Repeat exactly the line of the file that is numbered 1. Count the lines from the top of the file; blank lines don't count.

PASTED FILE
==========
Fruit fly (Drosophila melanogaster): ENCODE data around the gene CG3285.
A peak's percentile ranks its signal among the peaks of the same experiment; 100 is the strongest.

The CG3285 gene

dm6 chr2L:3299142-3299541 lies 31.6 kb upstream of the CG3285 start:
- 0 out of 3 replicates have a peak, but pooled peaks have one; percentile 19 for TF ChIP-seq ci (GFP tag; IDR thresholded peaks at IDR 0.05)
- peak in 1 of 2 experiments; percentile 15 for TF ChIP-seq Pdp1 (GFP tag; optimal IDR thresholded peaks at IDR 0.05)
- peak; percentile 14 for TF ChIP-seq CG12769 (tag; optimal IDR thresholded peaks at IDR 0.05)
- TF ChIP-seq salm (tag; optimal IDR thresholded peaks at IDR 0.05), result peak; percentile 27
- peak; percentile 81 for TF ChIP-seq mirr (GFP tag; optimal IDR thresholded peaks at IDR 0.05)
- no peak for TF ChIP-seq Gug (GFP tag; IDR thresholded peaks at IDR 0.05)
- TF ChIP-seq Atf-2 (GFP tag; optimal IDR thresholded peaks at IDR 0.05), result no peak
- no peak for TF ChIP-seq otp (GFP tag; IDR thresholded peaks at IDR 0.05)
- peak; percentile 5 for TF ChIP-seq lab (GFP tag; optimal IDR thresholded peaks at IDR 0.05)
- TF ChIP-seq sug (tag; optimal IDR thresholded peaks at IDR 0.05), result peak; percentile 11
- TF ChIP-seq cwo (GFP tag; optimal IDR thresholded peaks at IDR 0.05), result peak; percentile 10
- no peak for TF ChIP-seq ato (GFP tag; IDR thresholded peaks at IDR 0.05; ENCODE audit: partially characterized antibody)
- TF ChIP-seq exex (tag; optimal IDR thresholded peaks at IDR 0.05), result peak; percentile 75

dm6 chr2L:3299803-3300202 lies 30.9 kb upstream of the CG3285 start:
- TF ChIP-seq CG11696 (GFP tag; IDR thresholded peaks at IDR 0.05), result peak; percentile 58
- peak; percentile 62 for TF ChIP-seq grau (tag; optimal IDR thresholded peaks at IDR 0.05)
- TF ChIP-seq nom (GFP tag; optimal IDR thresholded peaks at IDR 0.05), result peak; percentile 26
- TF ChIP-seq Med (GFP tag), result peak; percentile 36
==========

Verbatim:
Fruit fly (Drosophila melanogaster): ENCODE data around the gene CG3285.